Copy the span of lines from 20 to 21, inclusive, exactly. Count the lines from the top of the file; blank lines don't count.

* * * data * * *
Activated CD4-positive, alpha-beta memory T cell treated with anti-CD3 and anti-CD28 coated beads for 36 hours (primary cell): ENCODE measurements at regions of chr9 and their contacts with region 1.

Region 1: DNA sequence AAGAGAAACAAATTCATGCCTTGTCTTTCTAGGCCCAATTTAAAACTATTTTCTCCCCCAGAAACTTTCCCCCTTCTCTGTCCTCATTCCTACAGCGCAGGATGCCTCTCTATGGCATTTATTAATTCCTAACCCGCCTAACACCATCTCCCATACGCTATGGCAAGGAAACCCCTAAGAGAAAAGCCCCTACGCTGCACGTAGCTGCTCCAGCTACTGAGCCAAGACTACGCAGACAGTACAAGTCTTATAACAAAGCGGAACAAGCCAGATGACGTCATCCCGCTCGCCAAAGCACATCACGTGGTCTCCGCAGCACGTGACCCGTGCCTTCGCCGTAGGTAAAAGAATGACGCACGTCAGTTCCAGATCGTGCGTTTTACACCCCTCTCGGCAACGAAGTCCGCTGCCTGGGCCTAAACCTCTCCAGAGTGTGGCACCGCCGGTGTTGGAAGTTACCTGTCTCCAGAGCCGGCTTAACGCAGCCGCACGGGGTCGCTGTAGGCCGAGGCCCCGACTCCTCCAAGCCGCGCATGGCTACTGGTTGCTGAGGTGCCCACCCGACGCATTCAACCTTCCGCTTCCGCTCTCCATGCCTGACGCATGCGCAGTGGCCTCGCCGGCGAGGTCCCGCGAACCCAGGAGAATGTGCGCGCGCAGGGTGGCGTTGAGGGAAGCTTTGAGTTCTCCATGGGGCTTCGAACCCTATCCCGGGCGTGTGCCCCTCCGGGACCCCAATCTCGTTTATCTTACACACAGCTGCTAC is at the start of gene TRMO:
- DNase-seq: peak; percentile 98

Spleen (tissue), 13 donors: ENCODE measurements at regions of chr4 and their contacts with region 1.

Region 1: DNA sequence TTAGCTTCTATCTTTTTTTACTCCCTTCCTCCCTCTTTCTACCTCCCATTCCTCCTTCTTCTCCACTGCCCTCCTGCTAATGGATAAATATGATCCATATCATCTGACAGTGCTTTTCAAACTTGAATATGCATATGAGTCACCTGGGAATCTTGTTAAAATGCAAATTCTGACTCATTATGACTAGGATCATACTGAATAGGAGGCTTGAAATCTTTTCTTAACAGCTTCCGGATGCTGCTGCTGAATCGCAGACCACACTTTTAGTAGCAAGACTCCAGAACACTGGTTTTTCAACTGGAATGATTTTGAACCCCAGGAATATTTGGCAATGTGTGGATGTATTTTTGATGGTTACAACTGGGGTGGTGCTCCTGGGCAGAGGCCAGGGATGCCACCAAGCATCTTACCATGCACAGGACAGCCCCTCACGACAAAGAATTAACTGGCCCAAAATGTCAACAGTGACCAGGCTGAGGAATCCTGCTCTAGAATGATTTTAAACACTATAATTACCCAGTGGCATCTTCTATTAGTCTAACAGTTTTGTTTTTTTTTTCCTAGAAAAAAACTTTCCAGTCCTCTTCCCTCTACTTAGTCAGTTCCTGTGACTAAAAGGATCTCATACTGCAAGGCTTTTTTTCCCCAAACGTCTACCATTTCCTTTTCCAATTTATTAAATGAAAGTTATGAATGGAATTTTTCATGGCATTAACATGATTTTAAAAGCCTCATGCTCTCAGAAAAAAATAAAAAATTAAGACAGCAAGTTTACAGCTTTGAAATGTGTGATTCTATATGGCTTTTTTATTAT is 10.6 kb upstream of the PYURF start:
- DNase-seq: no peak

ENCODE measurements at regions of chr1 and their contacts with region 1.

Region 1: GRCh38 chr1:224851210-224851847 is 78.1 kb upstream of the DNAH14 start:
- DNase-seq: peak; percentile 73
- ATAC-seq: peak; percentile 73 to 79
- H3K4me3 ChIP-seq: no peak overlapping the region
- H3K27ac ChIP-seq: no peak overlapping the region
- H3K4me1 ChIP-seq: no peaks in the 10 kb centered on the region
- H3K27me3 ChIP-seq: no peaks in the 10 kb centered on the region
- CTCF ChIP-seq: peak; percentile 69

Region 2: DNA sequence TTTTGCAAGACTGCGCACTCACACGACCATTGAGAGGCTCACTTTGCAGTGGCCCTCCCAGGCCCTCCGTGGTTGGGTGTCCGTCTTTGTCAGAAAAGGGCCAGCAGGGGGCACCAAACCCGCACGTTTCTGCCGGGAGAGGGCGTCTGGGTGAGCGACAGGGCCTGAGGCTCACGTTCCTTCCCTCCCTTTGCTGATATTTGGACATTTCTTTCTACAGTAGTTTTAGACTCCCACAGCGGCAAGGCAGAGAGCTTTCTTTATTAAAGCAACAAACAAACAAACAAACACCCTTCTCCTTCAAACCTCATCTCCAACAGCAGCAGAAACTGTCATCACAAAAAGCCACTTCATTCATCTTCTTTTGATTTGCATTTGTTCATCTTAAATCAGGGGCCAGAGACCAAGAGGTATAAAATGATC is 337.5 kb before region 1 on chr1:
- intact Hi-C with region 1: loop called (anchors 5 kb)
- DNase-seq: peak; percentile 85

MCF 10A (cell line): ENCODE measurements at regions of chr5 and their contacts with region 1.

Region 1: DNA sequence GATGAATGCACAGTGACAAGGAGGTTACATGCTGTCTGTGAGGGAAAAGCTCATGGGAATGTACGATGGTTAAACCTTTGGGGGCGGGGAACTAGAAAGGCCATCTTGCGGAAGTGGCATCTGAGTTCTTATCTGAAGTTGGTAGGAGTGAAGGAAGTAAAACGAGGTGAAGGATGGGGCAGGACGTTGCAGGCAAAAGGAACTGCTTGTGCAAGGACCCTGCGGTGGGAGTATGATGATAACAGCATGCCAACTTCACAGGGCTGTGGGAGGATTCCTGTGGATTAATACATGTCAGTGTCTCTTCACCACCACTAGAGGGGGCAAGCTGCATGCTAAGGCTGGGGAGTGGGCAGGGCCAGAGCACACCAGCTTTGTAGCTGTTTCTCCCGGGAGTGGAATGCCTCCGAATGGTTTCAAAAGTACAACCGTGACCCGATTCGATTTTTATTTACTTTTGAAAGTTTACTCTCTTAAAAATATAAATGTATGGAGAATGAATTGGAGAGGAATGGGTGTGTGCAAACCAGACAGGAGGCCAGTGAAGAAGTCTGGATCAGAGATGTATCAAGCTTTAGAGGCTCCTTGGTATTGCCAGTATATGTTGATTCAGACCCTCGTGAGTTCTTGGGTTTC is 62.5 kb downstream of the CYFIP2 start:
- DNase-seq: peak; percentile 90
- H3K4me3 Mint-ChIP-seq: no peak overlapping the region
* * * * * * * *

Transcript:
Region 1: DNA sequence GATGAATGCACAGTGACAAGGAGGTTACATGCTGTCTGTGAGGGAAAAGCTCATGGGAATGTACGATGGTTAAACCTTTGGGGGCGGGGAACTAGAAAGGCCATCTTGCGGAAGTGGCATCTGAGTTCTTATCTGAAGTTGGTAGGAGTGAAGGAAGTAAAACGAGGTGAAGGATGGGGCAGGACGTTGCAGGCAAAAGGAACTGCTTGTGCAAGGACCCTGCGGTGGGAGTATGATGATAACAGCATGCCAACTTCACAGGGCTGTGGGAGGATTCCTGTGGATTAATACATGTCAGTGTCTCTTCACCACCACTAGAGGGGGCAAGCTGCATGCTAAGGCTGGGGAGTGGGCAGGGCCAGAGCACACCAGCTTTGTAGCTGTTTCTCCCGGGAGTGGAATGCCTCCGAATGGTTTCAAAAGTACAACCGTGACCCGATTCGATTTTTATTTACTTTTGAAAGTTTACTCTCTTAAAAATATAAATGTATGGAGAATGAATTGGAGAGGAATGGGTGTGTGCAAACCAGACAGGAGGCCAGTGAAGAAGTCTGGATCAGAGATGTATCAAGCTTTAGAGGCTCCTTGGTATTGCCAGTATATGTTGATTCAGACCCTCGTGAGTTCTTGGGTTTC is 62.5 kb downstream of the CYFIP2 start:
- DNase-seq: peak; percentile 90